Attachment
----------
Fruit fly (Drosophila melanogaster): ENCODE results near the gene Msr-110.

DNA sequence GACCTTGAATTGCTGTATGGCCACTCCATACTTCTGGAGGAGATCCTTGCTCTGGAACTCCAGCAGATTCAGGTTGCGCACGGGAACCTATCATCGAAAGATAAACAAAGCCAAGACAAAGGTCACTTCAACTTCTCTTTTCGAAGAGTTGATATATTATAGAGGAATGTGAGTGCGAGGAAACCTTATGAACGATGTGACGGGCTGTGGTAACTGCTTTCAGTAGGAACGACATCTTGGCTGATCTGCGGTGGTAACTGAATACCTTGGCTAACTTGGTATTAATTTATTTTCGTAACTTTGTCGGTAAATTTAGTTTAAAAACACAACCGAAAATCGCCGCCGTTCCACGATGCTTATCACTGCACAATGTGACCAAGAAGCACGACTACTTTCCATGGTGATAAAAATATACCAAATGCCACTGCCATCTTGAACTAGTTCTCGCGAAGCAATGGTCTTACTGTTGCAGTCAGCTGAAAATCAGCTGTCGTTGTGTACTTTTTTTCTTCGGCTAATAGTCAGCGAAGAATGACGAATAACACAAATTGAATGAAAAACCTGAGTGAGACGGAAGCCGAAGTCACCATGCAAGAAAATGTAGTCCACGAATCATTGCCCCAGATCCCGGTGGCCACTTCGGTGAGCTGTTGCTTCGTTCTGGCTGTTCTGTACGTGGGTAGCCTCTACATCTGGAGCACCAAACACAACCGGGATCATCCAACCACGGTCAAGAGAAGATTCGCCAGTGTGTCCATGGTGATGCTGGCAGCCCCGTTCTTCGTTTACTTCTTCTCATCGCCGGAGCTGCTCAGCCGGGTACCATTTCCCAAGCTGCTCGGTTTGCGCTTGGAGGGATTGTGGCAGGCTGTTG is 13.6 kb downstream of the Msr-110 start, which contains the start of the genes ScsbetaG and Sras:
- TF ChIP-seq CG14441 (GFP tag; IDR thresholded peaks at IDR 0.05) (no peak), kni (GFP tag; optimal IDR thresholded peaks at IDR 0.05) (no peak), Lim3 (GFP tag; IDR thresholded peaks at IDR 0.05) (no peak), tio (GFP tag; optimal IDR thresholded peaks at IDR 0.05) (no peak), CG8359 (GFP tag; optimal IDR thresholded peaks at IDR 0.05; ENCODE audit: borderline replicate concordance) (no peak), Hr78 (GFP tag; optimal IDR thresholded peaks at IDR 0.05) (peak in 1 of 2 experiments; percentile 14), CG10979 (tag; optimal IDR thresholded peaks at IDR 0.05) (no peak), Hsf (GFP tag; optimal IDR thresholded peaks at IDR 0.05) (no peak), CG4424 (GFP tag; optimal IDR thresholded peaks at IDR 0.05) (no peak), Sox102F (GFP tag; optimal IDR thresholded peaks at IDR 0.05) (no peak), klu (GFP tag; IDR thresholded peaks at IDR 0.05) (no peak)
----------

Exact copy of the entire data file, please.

Fruit fly (Drosophila melanogaster): ENCODE results near the gene Msr-110.

DNA sequence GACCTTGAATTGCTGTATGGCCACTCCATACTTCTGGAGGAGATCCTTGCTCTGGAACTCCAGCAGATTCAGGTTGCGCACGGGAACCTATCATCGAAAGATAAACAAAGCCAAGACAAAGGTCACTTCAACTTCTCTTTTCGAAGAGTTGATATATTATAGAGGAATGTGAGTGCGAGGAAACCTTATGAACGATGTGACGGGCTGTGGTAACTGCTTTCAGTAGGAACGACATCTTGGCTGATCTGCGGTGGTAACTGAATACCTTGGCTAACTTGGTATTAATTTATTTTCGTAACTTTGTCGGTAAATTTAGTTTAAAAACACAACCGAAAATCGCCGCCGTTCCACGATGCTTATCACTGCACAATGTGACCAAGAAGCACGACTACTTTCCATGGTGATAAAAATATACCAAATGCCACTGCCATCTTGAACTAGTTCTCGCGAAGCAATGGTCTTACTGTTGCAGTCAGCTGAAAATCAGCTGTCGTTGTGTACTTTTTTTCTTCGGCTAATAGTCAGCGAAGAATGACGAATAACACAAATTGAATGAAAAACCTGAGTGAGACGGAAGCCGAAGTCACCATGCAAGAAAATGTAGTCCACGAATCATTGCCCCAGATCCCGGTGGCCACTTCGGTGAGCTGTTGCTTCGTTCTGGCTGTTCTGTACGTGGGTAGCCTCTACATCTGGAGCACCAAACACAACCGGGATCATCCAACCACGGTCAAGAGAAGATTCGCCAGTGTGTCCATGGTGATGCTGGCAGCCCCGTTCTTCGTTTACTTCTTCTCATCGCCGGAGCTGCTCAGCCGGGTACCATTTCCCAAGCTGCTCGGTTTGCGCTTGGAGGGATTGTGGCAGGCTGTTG is 13.6 kb downstream of the Msr-110 start, which contains the start of the genes ScsbetaG and Sras:
- TF ChIP-seq CG14441 (GFP tag; IDR thresholded peaks at IDR 0.05) (no peak), kni (GFP tag; optimal IDR thresholded peaks at IDR 0.05) (no peak), Lim3 (GFP tag; IDR thresholded peaks at IDR 0.05) (no peak), tio (GFP tag; optimal IDR thresholded peaks at IDR 0.05) (no peak), CG8359 (GFP tag; optimal IDR thresholded peaks at IDR 0.05; ENCODE audit: borderline replicate concordance) (no peak), Hr78 (GFP tag; optimal IDR thresholded peaks at IDR 0.05) (peak in 1 of 2 experiments; percentile 14), CG10979 (tag; optimal IDR thresholded peaks at IDR 0.05) (no peak), Hsf (GFP tag; optimal IDR thresholded peaks at IDR 0.05) (no peak), CG4424 (GFP tag; optimal IDR thresholded peaks at IDR 0.05) (no peak), Sox102F (GFP tag; optimal IDR thresholded peaks at IDR 0.05) (no peak), klu (GFP tag; IDR thresholded peaks at IDR 0.05) (no peak)